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The Effect of Male Migration on Employment Patterns of Women in Nepal

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  • Michael Lokshin
  • Elena Glinskaya

Abstract

What is the impact of male migration on the labor market behavior of women in Nepal? The instrumental variable full information maximum likelihood method is applied to data from the 2004 Nepal Household Survey to account for unobserved factors that could simultaneously affect men's decision to migrate and women's decision to participate in the labor market. The results indicate that male migration has a negative impact on the level of the labor market participation by women in the migrant-sending household. There is evidence of substantial heterogeneity (based on both observable and unobservable characteristics) in the impact of male migration. The findings highlight the important gender dimension of the impact of predominantly male migration on the well-being of sending households. Strategies for economic development in Nepal should take into account such gender aspects of the migration dynamics. Copyright The Author 2009. Published by Oxford University Press on behalf of the International Bank for Reconstruction and Development / the world bank . All rights reserved. For permissions, please e-mail: journals.permissions@oxfordjournals.org, Oxford University Press.

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Bibliographic Info

Article provided by World Bank Group in its journal The World Bank Economic Review.

Volume (Year): 23 (2009)
Issue (Month): 3 (November)
Pages: 481-507

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Handle: RePEc:oup:wbecrv:v:23:y:2009:i:3:p:481-507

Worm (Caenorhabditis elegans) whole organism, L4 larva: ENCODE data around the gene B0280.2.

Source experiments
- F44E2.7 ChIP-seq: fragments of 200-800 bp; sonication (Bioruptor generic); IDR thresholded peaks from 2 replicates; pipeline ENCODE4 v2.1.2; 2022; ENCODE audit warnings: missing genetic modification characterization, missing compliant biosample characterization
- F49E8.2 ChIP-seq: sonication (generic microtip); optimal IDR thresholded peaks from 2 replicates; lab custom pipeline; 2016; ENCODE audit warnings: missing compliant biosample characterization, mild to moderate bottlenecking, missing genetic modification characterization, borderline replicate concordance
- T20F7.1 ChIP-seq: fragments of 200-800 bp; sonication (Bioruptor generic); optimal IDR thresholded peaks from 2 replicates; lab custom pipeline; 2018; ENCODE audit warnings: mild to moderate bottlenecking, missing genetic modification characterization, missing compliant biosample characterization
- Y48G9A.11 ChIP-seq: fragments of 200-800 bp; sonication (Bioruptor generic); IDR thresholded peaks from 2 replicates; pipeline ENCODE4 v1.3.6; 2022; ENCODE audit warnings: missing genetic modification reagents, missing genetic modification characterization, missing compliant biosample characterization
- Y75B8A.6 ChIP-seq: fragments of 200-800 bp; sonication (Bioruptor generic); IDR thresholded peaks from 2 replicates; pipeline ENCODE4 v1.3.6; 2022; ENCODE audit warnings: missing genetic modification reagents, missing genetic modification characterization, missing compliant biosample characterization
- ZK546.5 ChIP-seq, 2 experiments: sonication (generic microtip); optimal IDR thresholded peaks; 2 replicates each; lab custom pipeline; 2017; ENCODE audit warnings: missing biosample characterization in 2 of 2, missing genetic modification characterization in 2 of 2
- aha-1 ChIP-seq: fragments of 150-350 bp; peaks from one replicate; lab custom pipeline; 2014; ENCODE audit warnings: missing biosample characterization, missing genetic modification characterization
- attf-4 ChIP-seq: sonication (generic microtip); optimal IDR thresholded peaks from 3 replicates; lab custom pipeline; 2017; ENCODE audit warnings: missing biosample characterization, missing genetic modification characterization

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Cited by:
  1. Gagnon, Jason, 2010. "“Stay with Us”? The Impact of Emigration on Wages in Honduras," Proceedings of the German Development Economics Conference, Hannover 2010 57, Verein für Socialpolitik, Research Committee Development Economics.
  2. Sylvie Démurger & Shi Li, 2012. "Migration, Remittances and Rural Employment Patterns: Evidence from China," Post-Print halshs-00744438, HAL.
  3. Olga N. Shemyakina, 2011. "Labour Market, Education and Armed Conflict in Tajikistan," HiCN Working Papers 106, Households in Conflict Network.
  4. Shemyakina, Olga N., 2011. "The labor market, education and armed conflict in Tajikistan," Policy Research Working Paper Series 5738, The World Bank.
  5. Mendola, Mariapia & Carletto, Calogero, 2012. "Migration and gender differences in the home labour market: Evidence from Albania," Labour Economics, Elsevier, vol. 19(6), pages 870-880.
  6. Michael Clemens and Timothy N. Ogden, 2014. "Migration as a Strategy for Household Finance: A Research Agenda on Remittances, Payments, and Development- Working Paper 354," Working Papers 354, Center for Global Development.
  7. Nidhiya Menon & Yana van der Meulen Rodgers, 2011. "War and Women’s Work: Evidence from the Conflict in Nepal," HiCN Working Papers 104, Households in Conflict Network.
  8. Binzel, Christine & Assaad, Ragui, 2011. "Egyptian men working abroad: Labour supply responses by the women left behind," Labour Economics, Elsevier, vol. 18(S1), pages S98-S114.

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